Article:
Becoming aware of culture's influence on me : the psychological processes of developing cultural self-clarity from cultural experience
Date of Issue2017-02-13
College of Humanities, Arts, and Social Sciences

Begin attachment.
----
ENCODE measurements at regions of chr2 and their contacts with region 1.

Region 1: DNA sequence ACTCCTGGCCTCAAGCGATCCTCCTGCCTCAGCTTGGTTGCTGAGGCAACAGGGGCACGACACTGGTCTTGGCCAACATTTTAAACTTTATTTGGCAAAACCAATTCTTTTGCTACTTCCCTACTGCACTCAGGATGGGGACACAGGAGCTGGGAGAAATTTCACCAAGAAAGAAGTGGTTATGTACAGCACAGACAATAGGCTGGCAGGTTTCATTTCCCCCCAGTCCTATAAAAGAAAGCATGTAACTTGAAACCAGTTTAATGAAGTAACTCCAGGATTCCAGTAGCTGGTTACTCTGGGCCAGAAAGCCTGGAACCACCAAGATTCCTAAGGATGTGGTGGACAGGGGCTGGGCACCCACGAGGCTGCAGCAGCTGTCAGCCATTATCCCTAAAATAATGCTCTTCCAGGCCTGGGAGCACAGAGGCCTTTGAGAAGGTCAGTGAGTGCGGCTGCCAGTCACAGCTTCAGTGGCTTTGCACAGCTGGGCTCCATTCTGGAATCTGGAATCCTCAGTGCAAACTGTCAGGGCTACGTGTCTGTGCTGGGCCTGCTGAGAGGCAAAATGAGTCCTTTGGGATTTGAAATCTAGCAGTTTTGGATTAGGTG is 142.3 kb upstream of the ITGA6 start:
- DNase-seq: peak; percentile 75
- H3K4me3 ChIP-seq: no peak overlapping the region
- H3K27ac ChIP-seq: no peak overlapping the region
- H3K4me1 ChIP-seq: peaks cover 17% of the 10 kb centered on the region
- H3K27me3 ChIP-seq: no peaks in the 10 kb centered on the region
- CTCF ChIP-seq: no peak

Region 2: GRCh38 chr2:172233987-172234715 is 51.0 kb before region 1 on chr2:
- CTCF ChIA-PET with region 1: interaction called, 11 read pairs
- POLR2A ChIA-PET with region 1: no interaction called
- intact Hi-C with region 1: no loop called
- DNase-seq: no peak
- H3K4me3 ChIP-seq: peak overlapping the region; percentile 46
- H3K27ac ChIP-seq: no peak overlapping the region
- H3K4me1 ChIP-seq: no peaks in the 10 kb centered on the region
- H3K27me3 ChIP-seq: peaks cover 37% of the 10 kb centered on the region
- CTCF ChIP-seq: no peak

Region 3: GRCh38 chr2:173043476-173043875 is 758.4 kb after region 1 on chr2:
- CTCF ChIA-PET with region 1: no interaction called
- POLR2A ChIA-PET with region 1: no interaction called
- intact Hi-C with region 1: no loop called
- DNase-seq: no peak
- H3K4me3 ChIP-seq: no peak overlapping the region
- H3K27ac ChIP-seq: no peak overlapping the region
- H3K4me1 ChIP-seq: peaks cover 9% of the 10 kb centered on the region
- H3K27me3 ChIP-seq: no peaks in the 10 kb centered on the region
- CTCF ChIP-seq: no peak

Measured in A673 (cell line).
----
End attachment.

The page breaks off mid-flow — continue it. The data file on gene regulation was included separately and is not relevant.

This research proposes that individuals understand their self partly by reflecting on their cultural experience. I conceptualize the awareness of culture’s influence on the self as cultural self-clarity, and examine how such awareness develops through two psychological mechanisms. First, cultural self-clarity mainly develops through the cognitive engagement route. Individuals are more cognitively engaged in thinking about culture and realize culture’s influence during experience with an unfamiliar (vs. familiar) culture. Such increase in cognitive engagement in turn contributes to cultural self-clarity. Second, cultural self-clarity also develops through the experience engagement route during experience with a familiar (vs. unfamiliar) culture. Individuals think more about their personal experience with the culture, and in turn have higher cultural self-clarity. Four studies were conducted to test the two routes and how simultaneous experience with an unfamiliar culture and a familiar culture affects the two routes. Studies 1 and 2 found that the cognitive engagement route was activated when culture was salient (vs. non-salient). Studies 3 and 4 found support for the two routes. Study 4 also demonstrated that individuals were more cognitively engaged during experience with two cultures (vs. one culture), and in turn had higher cultural self-clarity. Results of the current research provide an alternative perspective to study individuals’ understanding of the self in cultural contexts, and expand the outcome scope of learning from cultural experience.